Why I Don’t Make New Year’s Resolutions
I feel like I have been doing this a lot lately, but here we go! This article is definitely not suggesting that you shouldn’t make New Year’s Resolutions if it is something you enjoy or find helpful to you. Rather, this is a documentation of my personal experience instead of a suggestion of what you should and should not do. Got it? Great!
Everyone is familiar with the concept of the New Year’s Resolution. New year, new you, time to make improvements and make this coming year better than the last. Make some plans and work towards them, goals that are designed to make you better.
I have tried doing resolutions in the past, including on numerous occasions when my teachers in grade school would assign this as a writing exercise for the class. Most of the time, the goals I would mention would always feel so superfluous, like the things you say when you don’t know what to say. They were always less about the resolution itself and more about the assignment, never really amounting to much and easily forgettable.
Did I ever complete my resolutions? It’s hard to say, but I’m sure I accomplished a fair number of them just by the low bar I either set for myself or that they were things I expected to accomplish anyway. By the time the year rolled to a close, I never remembered what I had actually set for myself in the previous December or January, they had since long evaporated from my mind as inconsequential, unimportant.
Issues like this aside, I never actually liked or grew attached to the idea of resolutions and feeling obligated to complete them. A lot can happen in a year and your goals will change as circumstances evolve. Did you have a resolution to accomplish something in your current job? The new job made that one feel pretty insignificant. Have a goal of working towards buying a car? The new apartment that’s super close to work meant you didn’t need one.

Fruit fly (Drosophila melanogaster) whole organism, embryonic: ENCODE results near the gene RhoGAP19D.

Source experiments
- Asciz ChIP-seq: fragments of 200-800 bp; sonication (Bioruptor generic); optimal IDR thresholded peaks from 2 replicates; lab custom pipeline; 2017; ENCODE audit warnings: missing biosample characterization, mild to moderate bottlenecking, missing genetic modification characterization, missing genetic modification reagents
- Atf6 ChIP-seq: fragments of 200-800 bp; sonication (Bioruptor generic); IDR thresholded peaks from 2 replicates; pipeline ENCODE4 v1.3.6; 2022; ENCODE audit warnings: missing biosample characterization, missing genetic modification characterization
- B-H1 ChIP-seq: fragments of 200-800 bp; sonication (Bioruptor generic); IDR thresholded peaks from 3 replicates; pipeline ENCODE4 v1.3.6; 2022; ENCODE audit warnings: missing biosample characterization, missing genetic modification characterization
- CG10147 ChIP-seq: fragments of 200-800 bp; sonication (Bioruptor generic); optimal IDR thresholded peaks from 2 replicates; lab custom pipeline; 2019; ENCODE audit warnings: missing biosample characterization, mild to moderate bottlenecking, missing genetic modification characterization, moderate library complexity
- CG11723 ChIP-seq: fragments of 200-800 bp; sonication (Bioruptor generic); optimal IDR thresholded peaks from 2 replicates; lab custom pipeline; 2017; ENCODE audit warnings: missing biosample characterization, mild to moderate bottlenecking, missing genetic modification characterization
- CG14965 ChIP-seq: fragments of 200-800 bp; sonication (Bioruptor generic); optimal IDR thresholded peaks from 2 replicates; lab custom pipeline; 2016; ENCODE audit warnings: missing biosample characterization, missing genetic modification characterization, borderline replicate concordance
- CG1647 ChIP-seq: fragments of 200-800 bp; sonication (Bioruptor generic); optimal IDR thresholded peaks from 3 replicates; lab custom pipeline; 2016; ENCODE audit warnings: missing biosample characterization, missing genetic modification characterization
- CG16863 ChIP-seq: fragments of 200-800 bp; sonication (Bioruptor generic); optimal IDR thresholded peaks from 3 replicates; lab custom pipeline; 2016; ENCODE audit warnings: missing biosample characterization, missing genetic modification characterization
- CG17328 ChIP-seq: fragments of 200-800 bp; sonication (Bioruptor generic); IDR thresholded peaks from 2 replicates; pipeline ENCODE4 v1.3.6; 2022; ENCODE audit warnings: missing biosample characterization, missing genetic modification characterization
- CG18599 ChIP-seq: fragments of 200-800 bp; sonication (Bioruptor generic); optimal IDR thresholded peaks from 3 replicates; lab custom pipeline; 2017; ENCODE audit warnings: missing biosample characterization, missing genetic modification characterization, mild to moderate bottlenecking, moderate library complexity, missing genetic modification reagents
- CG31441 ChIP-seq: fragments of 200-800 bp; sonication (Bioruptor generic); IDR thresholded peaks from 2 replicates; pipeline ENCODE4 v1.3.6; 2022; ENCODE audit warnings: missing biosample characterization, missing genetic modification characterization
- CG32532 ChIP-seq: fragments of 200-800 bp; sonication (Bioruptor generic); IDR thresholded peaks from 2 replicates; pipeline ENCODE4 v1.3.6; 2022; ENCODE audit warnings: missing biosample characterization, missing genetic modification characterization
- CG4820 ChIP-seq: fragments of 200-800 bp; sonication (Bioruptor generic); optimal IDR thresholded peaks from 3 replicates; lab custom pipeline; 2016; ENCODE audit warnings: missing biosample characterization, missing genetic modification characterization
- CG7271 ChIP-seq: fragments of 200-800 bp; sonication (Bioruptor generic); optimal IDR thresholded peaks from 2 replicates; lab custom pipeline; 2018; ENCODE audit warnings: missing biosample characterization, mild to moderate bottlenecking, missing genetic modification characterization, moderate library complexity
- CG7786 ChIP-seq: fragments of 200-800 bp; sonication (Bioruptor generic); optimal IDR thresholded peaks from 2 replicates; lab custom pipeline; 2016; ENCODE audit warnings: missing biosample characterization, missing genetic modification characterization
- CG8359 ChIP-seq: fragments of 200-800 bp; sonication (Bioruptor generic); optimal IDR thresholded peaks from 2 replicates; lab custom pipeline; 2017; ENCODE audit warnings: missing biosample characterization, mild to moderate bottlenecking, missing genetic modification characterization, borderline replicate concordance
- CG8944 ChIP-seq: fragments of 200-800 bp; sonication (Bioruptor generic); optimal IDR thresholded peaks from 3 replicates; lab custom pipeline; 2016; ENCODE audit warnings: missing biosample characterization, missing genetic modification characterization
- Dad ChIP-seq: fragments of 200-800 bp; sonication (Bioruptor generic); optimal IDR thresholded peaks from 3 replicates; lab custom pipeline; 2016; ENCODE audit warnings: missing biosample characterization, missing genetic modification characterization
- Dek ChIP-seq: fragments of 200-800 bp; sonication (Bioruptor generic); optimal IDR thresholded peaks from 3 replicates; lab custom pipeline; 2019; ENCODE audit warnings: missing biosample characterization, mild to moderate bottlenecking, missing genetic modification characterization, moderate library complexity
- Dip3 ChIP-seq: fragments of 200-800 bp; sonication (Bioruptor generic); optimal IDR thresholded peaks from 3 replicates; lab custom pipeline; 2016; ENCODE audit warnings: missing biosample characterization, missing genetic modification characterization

Now again, that’s not to say that you couldn’t accommodate or adjust these goals to suit your new path, like applying the old work goal to the workplace, or saying you accomplished your car goal by making a different big purchase that made the car goal obsolete. But this is the crux of the problem. The goals you set for yourself at the beginning of the year are far more likely to change than remain constant, and it’s for this reason that I largely dislike making them. There’s no way to know for sure where you will be in a year, and holding yourself to that standard does a disservice to your constantly evolving situation. I like to be reactive, quick, seizing the opportunities that come my way as they come to me, feeling accomplished in the work that I had done not because I was predestined to do so, but because I felt it was right in the moment.
I also dislike the idea that if you don’t accomplish your resolutions, you’re some kind of failure for not reaching them. This is a very toxic mentality that does you no good whatsoever. If you do decide to make resolutions, they should be more like guidelines than hard and fast rules, able to evolve as needed to fit and make sense for your current situation.
For me? Of course I make and set goals, but I just don’t see the purpose of making them at a very specific time and hold myself accountable to these rigidly for an entire year. I prefer to let my goals be fluid, and to make new goals as they are needed throughout the year.
What about you? Do you set New Year’s Resolutions, and are they serious or more of fun at the time? How do you measure personal success?Follow: